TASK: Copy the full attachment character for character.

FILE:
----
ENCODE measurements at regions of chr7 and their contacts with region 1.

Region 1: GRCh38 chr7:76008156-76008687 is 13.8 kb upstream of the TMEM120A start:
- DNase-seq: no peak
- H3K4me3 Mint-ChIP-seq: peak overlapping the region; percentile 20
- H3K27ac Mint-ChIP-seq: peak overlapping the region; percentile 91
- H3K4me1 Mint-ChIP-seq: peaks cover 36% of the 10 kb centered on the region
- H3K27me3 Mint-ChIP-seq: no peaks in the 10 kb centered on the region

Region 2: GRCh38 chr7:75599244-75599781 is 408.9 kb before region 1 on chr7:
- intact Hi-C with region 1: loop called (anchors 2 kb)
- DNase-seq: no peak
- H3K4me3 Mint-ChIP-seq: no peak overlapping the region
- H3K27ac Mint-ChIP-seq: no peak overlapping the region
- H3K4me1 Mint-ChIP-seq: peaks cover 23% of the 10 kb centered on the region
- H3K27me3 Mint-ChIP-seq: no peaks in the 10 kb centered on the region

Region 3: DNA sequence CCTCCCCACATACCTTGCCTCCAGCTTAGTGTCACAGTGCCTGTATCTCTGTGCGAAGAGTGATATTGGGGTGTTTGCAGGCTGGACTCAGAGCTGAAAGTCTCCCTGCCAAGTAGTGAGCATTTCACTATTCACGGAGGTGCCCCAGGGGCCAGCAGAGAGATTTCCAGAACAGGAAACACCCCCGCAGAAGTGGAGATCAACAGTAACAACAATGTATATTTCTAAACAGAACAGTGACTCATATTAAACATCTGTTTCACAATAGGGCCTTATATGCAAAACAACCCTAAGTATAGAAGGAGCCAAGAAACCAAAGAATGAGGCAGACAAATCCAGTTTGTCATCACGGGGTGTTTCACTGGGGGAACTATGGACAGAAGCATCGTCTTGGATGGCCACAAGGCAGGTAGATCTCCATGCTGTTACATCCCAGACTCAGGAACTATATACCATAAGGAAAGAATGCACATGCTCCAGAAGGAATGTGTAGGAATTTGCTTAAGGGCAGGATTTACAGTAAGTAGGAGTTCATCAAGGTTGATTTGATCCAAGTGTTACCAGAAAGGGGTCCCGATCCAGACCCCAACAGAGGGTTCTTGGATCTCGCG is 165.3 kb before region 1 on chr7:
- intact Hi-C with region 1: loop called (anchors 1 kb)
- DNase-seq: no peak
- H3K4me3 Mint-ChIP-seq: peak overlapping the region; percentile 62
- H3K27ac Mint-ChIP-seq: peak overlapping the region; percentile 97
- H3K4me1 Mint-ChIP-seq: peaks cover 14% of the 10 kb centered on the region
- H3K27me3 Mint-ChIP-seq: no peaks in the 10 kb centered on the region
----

ENCODE measurements at regions of chr7 and their contacts with region 1.

Region 1: GRCh38 chr7:76008156-76008687 is 13.8 kb upstream of the TMEM120A start:
- DNase-seq: no peak
- H3K4me3 Mint-ChIP-seq: peak overlapping the region; percentile 20
- H3K27ac Mint-ChIP-seq: peak overlapping the region; percentile 91
- H3K4me1 Mint-ChIP-seq: peaks cover 36% of the 10 kb centered on the region
- H3K27me3 Mint-ChIP-seq: no peaks in the 10 kb centered on the region

Region 2: GRCh38 chr7:75599244-75599781 is 408.9 kb before region 1 on chr7:
- intact Hi-C with region 1: loop called (anchors 2 kb)
- DNase-seq: no peak
- H3K4me3 Mint-ChIP-seq: no peak overlapping the region
- H3K27ac Mint-ChIP-seq: no peak overlapping the region
- H3K4me1 Mint-ChIP-seq: peaks cover 23% of the 10 kb centered on the region
- H3K27me3 Mint-ChIP-seq: no peaks in the 10 kb centered on the region

Region 3: DNA sequence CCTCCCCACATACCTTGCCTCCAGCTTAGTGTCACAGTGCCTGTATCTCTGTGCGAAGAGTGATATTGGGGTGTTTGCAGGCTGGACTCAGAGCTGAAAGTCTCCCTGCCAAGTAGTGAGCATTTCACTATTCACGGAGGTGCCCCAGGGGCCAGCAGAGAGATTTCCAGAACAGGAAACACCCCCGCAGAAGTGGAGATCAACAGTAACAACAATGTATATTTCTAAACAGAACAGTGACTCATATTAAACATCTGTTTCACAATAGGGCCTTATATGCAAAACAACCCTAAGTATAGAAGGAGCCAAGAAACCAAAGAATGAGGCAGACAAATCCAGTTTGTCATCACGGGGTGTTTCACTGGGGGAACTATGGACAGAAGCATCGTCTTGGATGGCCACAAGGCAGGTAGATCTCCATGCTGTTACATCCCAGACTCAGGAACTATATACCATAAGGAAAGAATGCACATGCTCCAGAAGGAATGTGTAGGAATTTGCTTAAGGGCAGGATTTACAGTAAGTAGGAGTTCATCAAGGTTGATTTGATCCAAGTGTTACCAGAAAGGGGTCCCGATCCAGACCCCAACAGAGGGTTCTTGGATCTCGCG is 165.3 kb before region 1 on chr7:
- intact Hi-C with region 1: loop called (anchors 1 kb)
- DNase-seq: no peak
- H3K4me3 Mint-ChIP-seq: peak overlapping the region; percentile 62
- H3K27ac Mint-ChIP-seq: peak overlapping the region; percentile 97
- H3K4me1 Mint-ChIP-seq: peaks cover 14% of the 10 kb centered on the region
- H3K27me3 Mint-ChIP-seq: no peaks in the 10 kb centered on the region